Search below for resources covering the intersection of climate engagement, social science and data analytics.
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Key findings of a survey (phone and online) of US voters, with oversamples in key states include:
- Voters across the political spectrum overwhelmingly support government investments in clean energy technologies in order to rebuild the economy (77%), create good jobs (76%), and eliminate the carbon emissions that cause climate change (75%).
- There's a widespread belief (75%) that investing in clean energy technologies will have economic benefits – including for "regular people."
- And also that by developing new clean technologies, we can replace many of the manufacturing and other blue-collar jobs that the country has lost over the last few decades (72%)
- Strong support for various approaches to boost and develop specific clean energy technologies such as clean steel and cement, clean jet fuels, and energy storage and transmission.
- Voters support investing $75 billion in clean energy tech RD&D as part of the upcoming infrastructure bill.
Minnesotans across the political spectrum strongly support transition to 100% clean energy sources, like wind and solar.
- 61% believe the transition to clean energy will benefit Minnesota’s economy, and 68%, (including 51% of Republican) believe it will have a positive impact on Minnesota’s environment.
- 66% of Minnesotans also support legislation to achieve a 100% reduction in greenhouse gas emissions. Support strong across the state, with 68% of voters outside the seven-county metro area supporting elimination of greenhouse gas emissions, compared with 66% within the metro.
- 67% of respondents also said they’re very worried or somewhat worried about water pollution.
Community-based climate communications can increase awareness, facilitate interpersonal connections, and lead to climate actions. This resource studied how the Twin Ports Climate Conversations (TPCC) project in the upper Midwest has influenced local climate awareness and response. TPCC brought professional environmentalists and concerned citizens together in 2016 for a monthly climate change presentation and discussion event. TPCC highlighted a variety of climate change–oriented topics with a critical emphasis on how climate change is affecting or will affect the Western Lake Superior region and the implications of these impacts. A survey of participants in TPCC conversations found that 72% of them made professional contacts from participation and 45% had taken some kind of climate action as a result of participating in TPCC. Some prominent examples of actions included "presented on climate and extreme storms to Duluth Chapter of American Society of Civil Engineers," "incorporated the information into my classroom curricula," and "planting different trees."
In this webinar, the Lab team is joined by the Regulatory Assistance Project to explore recommendations from the new report Energy Infrastructure: Sources of Inequities and Policy Solutions for Improving Community Health and Wellbeing.
In addition to the report, participants also learn from advocates across the country fighting for an equitable clean energy future. Contributing speakers shared their reflections and lessons learned from a variety of perspectives on what it takes to achieve energy equity, including how they're financing low-income solar, how they're growing solar through state-level policy, and how to work in strong coalition.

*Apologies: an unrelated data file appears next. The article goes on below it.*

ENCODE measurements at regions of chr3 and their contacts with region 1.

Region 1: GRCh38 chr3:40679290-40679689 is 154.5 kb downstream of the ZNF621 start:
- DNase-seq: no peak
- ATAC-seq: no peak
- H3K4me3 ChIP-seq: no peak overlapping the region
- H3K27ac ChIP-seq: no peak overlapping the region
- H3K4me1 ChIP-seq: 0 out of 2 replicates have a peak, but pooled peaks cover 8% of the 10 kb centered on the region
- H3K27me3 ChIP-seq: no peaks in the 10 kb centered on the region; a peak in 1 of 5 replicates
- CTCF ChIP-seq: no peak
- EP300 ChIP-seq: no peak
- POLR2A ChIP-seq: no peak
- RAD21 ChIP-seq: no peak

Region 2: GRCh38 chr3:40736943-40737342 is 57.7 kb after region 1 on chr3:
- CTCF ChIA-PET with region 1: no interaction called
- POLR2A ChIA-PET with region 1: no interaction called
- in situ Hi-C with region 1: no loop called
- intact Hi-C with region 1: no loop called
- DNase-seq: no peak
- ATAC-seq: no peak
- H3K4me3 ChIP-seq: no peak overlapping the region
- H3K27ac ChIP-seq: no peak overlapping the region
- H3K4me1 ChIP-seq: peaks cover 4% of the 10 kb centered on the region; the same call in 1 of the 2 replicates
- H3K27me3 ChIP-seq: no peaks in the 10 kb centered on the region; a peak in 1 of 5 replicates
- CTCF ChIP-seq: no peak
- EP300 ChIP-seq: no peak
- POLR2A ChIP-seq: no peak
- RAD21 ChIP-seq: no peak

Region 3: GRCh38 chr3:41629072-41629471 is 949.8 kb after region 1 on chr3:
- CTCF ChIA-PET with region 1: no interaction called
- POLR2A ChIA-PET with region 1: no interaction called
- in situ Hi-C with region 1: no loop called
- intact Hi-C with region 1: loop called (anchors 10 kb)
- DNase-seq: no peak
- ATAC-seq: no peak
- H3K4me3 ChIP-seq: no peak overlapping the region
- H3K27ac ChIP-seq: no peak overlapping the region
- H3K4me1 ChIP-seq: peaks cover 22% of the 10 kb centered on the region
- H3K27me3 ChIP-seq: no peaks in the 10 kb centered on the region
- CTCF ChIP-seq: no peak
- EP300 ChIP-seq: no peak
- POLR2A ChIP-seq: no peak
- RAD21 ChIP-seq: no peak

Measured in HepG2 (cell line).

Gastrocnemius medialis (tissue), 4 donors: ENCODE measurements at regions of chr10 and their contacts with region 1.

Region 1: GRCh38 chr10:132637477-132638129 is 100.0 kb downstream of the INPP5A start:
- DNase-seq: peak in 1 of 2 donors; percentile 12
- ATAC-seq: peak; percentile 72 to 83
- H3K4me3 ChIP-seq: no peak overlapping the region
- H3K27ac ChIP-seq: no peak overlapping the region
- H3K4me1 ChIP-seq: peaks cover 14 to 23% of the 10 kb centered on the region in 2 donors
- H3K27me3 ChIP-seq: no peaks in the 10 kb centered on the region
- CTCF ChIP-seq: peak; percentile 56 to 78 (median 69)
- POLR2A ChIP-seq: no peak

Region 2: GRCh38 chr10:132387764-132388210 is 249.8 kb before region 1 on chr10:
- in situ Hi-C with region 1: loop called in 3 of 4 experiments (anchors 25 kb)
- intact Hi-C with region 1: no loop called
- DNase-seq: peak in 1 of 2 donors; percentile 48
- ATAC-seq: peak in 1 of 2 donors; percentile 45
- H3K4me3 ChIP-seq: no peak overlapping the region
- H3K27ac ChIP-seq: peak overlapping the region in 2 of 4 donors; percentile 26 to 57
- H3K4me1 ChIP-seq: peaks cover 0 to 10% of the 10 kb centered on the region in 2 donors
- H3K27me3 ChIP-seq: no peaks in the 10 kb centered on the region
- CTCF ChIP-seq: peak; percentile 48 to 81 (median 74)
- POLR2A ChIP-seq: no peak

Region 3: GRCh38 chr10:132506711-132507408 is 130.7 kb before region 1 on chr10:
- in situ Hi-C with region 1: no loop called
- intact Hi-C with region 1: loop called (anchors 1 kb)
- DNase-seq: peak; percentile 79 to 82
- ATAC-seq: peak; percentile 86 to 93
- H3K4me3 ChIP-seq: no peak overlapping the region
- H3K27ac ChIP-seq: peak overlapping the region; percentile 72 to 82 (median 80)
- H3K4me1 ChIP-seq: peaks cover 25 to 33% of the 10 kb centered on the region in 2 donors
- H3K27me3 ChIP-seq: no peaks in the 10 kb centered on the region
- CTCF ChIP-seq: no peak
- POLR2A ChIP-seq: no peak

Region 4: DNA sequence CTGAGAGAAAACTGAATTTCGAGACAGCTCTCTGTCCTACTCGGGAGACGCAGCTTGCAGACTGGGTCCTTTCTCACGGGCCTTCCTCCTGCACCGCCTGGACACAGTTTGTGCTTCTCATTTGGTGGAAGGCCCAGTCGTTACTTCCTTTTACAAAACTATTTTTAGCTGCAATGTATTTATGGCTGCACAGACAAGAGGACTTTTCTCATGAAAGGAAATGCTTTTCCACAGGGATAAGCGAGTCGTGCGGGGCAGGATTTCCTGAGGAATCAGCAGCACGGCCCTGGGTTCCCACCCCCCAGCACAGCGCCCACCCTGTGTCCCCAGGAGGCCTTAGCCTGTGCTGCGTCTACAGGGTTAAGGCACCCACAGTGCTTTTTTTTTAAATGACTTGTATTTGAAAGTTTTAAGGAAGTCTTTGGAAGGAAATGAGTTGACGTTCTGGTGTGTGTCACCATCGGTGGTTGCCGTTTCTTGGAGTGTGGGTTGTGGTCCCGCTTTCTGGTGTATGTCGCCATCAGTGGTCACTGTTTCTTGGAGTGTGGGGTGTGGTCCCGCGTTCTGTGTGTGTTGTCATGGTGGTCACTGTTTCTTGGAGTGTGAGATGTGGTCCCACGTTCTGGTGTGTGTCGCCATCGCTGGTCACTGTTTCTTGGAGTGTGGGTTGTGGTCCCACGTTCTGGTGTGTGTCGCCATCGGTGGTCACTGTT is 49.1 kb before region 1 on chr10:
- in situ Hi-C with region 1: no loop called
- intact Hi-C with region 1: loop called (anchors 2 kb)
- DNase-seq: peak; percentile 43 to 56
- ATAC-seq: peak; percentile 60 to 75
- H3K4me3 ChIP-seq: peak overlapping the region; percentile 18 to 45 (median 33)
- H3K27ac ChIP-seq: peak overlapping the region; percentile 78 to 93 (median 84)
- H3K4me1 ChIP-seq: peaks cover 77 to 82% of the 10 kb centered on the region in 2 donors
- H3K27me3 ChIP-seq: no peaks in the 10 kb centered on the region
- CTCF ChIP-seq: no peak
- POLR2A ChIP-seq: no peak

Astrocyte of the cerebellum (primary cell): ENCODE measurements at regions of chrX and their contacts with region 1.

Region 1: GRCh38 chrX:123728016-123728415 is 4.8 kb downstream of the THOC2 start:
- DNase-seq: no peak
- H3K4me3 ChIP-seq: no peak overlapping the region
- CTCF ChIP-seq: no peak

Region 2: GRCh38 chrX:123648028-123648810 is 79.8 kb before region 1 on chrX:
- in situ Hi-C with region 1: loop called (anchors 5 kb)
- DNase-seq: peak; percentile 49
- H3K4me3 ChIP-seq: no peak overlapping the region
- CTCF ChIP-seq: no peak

Contributing speakers include: Donna Brutkoski, Communications Associate, Regulatory Assistance Project; Yesenia Rivera, Director of Energy Equity and Inclusion, Solar United Neighbors; and Jacqueline Hutchinson, Vice President of Operations, People’s Community Action Corporation.
Different parts of the country see various kinds of extreme weather as most concerning, perceptions which are largely in line with actual major disasters that have occurred in those regions. This report provides concern profiles for the 18 largest states, drawing on survey data from 2018 and 2019. Over half of Americans see such extreme weather events posting a high or moderate risk to their community in the coming decade, and two thirds see a climate link to US weather (though only a third think climate affects our weather "a lot").
Energy Infrastructure: Sources of Inequities and Policy Solutions for Improving Community Health and Wellbeing
In a new report produced with the support of the Robert Wood Johnson Foundation, Synapse Energy Economics, RAP and Community Action Partnership take an in-depth look at the disparate impacts of electric and natural gas infrastructure on economic, social, and health outcomes — and consider how to ensure that a clean-energy future is a more equitable future.
The Institute for Agriculture and Trade Policy and the Jefferson Center conducted a series of multi-day conversations in five rural Minnesota counties (plus one state-level convening) on local climate impacts. Through the use of the Jefferson Center’s “citizens jury” model, which brings together a roughly representative sample of the community to “study an issue in-depth and generate a shared community response, the organizers demonstrated the effectiveness of deliberative place-based conversations on persuading rural citizens (including climate skeptics) to care about climate change. Among the climate communications principles brought to bear are reducing social norms barriers when talking about climate, using of credible messengers in folksy extension climatologists, focusing on local weather impacts, and fostering a space for deliberation and “self-persuasion.” While effective in driving persistent attitude change, scale remains the obvious barrier.
Find reports and recordings for each conversation under the Counties tab. More coverage can be found here.